OTTAWA – The Bank of Canada left its trend-setting interest rate unchanged Wednesday at a time when the U.S. Federal Reserve is poised to hike its own benchmark for the first time in years.
Canada’s central bank touched on the unique economic situations facing the two neighbours as it explained its decision to hold its rate at 0.5 per cent.
The United States, it said, continues to grow at a “solid pace,” even though private domestic demand remains weaker than expected.
Canada, meanwhile, continues to deal with the shock of already-low commodity prices, which have sunk even further and dragged down the loonie.
“The ongoing terms-of-trade adjustments and shifting growth prospects across different regions are contributing to exchange rate movements,” the Bank of Canada said in a statement released along with its rate announcement.
“In this context, policy divergence is expected to remain a prominent theme.”
The remark cements the central bank’s position that it needs to map its own route to navigate economic challenges, even though the Fed is widely expected to raise its rate at a Dec. 15-16 meeting for the first since the financial crisis.
“This is likely a message to those who think that the bank could be pressured to tighten as the Fed pushes (its) rate higher,” BMO Capital Markets senior economist Benjamin Reitzes wrote in a note to clients.
“Governor (Stephen) Poloz is making it clear that even as the Fed hikes, Canadian rates will stay steady.”
TD economist Leslie Preston said Canada has been much more severely affected by the collapse in oil prices than the U.S. because crude is a much bigger part of the Canadian economy.
“This is one of the benefits of having independent monetary policy in Canada,” Preston said Wednesday in an interview.
“The Bank of Canada can adjust interest rates to help offset these shocks that have hit Canada’s economy.”
Preston added that Poloz will have to keep his eye on any side-effects of an eventual rate increase in the U.S., which is expected to dampen economic growth somewhat in Canada.
She also said the governor’s decision-making must also continue to monitor household indebtedness, which has gradually crept higher during this prolonged era of super-low interest rates.
“All of these balls that they’re juggling ultimately affect the inflation outlook,” Preston said.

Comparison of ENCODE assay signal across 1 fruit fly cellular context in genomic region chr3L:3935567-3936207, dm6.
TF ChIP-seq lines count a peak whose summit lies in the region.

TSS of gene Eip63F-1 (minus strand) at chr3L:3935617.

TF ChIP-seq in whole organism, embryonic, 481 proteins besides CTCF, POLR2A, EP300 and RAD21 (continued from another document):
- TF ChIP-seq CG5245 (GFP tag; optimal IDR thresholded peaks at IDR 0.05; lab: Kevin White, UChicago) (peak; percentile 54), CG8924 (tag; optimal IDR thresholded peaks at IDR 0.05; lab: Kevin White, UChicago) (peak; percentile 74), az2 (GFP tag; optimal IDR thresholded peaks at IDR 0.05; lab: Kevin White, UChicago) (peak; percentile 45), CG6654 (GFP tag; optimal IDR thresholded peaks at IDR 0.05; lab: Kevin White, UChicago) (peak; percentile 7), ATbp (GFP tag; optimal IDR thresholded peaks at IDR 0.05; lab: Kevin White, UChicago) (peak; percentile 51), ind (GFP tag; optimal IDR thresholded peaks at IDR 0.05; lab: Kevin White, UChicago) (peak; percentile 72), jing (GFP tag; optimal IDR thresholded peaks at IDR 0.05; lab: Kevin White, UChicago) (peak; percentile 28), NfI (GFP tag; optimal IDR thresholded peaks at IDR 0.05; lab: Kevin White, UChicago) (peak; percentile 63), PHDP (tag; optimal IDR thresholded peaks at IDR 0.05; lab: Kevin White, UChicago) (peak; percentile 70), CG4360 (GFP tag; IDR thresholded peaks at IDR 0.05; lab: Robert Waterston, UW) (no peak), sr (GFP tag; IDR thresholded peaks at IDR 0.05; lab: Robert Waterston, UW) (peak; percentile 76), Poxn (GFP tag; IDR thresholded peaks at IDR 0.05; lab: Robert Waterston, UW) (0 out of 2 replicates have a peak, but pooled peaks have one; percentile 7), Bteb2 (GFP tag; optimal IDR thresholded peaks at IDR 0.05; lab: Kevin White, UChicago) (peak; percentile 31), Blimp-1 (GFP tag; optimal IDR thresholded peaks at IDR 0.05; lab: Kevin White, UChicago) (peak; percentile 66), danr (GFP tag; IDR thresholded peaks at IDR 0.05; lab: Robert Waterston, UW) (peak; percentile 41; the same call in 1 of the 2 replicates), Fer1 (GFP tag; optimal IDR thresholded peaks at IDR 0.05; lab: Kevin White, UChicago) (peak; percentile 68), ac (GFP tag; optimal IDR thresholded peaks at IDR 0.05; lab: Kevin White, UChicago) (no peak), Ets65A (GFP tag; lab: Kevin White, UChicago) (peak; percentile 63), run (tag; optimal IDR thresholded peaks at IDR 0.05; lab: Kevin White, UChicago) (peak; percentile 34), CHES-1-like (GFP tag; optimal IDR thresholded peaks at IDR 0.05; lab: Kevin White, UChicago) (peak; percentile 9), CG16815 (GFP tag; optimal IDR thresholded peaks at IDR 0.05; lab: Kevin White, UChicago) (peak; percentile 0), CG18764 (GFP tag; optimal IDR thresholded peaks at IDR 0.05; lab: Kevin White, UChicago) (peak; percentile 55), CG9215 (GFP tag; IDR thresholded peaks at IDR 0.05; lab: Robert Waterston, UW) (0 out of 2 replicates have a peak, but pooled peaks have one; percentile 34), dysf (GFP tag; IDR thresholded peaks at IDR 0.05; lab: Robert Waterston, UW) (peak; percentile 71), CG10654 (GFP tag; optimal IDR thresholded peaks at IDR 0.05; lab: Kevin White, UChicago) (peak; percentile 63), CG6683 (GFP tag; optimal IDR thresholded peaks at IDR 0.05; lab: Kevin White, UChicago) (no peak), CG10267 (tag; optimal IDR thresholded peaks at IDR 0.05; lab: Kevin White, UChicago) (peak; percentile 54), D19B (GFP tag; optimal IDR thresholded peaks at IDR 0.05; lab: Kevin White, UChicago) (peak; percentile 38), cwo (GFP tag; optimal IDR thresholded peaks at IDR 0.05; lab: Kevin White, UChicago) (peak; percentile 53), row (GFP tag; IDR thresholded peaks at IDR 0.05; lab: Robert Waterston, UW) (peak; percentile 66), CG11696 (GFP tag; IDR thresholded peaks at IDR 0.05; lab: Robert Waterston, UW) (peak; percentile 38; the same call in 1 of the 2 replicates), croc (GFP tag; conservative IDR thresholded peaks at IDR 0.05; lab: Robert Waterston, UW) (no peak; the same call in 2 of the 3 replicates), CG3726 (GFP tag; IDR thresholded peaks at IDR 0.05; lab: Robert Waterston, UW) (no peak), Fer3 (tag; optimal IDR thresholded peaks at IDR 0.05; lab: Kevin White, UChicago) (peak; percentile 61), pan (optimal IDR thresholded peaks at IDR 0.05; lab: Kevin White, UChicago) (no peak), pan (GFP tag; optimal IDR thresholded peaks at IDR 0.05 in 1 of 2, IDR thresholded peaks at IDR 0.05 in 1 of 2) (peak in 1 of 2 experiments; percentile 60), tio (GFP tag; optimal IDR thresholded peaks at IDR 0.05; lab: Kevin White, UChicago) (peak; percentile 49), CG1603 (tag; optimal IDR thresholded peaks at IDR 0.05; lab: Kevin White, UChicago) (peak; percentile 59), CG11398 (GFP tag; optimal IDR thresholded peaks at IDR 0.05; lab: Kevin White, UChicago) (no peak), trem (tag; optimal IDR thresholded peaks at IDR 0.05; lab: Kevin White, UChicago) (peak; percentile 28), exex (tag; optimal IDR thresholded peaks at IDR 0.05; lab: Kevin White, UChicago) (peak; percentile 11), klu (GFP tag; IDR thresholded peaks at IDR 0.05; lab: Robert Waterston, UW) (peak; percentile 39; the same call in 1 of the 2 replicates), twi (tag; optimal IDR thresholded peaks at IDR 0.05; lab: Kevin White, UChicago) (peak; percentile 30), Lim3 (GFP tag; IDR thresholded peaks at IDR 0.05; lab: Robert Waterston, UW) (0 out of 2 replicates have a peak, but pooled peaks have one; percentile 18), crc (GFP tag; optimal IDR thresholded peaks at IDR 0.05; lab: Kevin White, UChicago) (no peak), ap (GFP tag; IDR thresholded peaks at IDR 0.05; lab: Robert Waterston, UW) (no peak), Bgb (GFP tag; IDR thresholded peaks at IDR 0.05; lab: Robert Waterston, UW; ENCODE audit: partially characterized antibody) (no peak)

Canada’s inflation rate, which the central bank said Wednesday remains within its target range, is the key determinant in whether or not to move on rates.
In explaining its decision, the bank said the economy has grown largely in line with its October projections and reiterated that it expects growth to moderate to 1.5 per cent in the final three months of 2015 before rising to two per cent in the first quarter of 2016.
The economy has received help from the lower Canadian dollar, the ongoing U.S. recovery and the Bank of Canada’s moves to cut rates twice this year, the bank said.
It also highlighted economic challenges such as lower business investment in resource sectors and the increasing vulnerability detected in the housing sector. The labour market, however, has held up well even though commodity-producing regions have suffered significant jobs losses.
Wednesday’s rate decision came a day after fresh Statistics Canada data disclosed that real gross domestic product grew at an annualized rate of 2.3 per cent in the three-month period ended in September after the economy went into reverse over the first half of 2015.
But the reading by the federal statistical agency found the turnaround quickly showed signs of lost momentum, with the economy having contracted by 0.5 per cent at a non-annualized rate in September. The drop was mostly tied to Canada’s struggling manufacturing and natural resources industries.
That suggests real GDP for the fourth quarter could come in weaker than expected. Analysts said below zero growth to end the year could force the Bank of Canada to consider lowering its rate in the new year.
The Bank of Canada is scheduled to make its next rate announcement in January.
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